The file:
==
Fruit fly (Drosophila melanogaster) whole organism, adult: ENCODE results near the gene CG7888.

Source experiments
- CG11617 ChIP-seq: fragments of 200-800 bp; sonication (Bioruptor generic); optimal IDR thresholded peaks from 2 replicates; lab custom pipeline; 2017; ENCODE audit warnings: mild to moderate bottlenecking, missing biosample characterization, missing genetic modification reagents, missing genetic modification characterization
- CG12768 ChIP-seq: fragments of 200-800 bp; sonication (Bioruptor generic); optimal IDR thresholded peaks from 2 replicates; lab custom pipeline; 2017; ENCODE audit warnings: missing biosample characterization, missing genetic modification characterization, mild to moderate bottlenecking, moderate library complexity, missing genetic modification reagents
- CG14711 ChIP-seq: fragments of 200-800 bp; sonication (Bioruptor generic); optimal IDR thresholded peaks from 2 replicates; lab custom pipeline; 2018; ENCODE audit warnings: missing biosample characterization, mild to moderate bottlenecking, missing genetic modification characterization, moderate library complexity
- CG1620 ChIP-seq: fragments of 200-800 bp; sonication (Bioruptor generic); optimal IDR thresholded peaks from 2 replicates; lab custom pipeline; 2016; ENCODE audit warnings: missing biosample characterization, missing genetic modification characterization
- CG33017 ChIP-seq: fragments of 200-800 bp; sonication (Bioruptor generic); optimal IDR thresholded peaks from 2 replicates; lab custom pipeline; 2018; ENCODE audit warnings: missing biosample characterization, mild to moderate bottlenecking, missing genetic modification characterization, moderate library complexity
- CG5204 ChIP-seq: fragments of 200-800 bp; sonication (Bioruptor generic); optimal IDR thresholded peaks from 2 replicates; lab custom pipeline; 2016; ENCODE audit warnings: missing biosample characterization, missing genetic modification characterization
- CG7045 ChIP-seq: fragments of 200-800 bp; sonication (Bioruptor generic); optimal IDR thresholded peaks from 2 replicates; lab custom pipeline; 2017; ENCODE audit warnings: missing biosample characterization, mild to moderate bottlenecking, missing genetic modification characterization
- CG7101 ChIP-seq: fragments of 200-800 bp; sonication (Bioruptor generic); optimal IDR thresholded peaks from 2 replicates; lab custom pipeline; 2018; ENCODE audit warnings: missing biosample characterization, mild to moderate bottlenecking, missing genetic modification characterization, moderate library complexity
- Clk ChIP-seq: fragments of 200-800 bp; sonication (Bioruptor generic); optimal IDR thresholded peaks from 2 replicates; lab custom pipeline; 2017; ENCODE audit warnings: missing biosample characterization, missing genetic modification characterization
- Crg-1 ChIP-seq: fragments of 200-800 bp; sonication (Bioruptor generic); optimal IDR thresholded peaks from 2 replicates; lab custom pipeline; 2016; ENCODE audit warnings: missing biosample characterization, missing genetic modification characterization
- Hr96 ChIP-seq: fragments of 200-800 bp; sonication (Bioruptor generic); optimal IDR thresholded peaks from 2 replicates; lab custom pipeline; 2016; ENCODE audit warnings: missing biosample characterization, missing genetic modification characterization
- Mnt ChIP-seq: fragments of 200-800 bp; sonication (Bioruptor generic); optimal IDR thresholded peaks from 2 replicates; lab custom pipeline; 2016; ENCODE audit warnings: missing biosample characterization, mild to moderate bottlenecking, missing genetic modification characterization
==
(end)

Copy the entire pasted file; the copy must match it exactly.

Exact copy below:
Fruit fly (Drosophila melanogaster) whole organism, adult: ENCODE results near the gene CG7888.

Source experiments
- CG11617 ChIP-seq: fragments of 200-800 bp; sonication (Bioruptor generic); optimal IDR thresholded peaks from 2 replicates; lab custom pipeline; 2017; ENCODE audit warnings: mild to moderate bottlenecking, missing biosample characterization, missing genetic modification reagents, missing genetic modification characterization
- CG12768 ChIP-seq: fragments of 200-800 bp; sonication (Bioruptor generic); optimal IDR thresholded peaks from 2 replicates; lab custom pipeline; 2017; ENCODE audit warnings: missing biosample characterization, missing genetic modification characterization, mild to moderate bottlenecking, moderate library complexity, missing genetic modification reagents
- CG14711 ChIP-seq: fragments of 200-800 bp; sonication (Bioruptor generic); optimal IDR thresholded peaks from 2 replicates; lab custom pipeline; 2018; ENCODE audit warnings: missing biosample characterization, mild to moderate bottlenecking, missing genetic modification characterization, moderate library complexity
- CG1620 ChIP-seq: fragments of 200-800 bp; sonication (Bioruptor generic); optimal IDR thresholded peaks from 2 replicates; lab custom pipeline; 2016; ENCODE audit warnings: missing biosample characterization, missing genetic modification characterization
- CG33017 ChIP-seq: fragments of 200-800 bp; sonication (Bioruptor generic); optimal IDR thresholded peaks from 2 replicates; lab custom pipeline; 2018; ENCODE audit warnings: missing biosample characterization, mild to moderate bottlenecking, missing genetic modification characterization, moderate library complexity
- CG5204 ChIP-seq: fragments of 200-800 bp; sonication (Bioruptor generic); optimal IDR thresholded peaks from 2 replicates; lab custom pipeline; 2016; ENCODE audit warnings: missing biosample characterization, missing genetic modification characterization
- CG7045 ChIP-seq: fragments of 200-800 bp; sonication (Bioruptor generic); optimal IDR thresholded peaks from 2 replicates; lab custom pipeline; 2017; ENCODE audit warnings: missing biosample characterization, mild to moderate bottlenecking, missing genetic modification characterization
- CG7101 ChIP-seq: fragments of 200-800 bp; sonication (Bioruptor generic); optimal IDR thresholded peaks from 2 replicates; lab custom pipeline; 2018; ENCODE audit warnings: missing biosample characterization, mild to moderate bottlenecking, missing genetic modification characterization, moderate library complexity
- Clk ChIP-seq: fragments of 200-800 bp; sonication (Bioruptor generic); optimal IDR thresholded peaks from 2 replicates; lab custom pipeline; 2017; ENCODE audit warnings: missing biosample characterization, missing genetic modification characterization
- Crg-1 ChIP-seq: fragments of 200-800 bp; sonication (Bioruptor generic); optimal IDR thresholded peaks from 2 replicates; lab custom pipeline; 2016; ENCODE audit warnings: missing biosample characterization, missing genetic modification characterization
- Hr96 ChIP-seq: fragments of 200-800 bp; sonication (Bioruptor generic); optimal IDR thresholded peaks from 2 replicates; lab custom pipeline; 2016; ENCODE audit warnings: missing biosample characterization, missing genetic modification characterization
- Mnt ChIP-seq: fragments of 200-800 bp; sonication (Bioruptor generic); optimal IDR thresholded peaks from 2 replicates; lab custom pipeline; 2016; ENCODE audit warnings: missing biosample characterization, mild to moderate bottlenecking, missing genetic modification characterization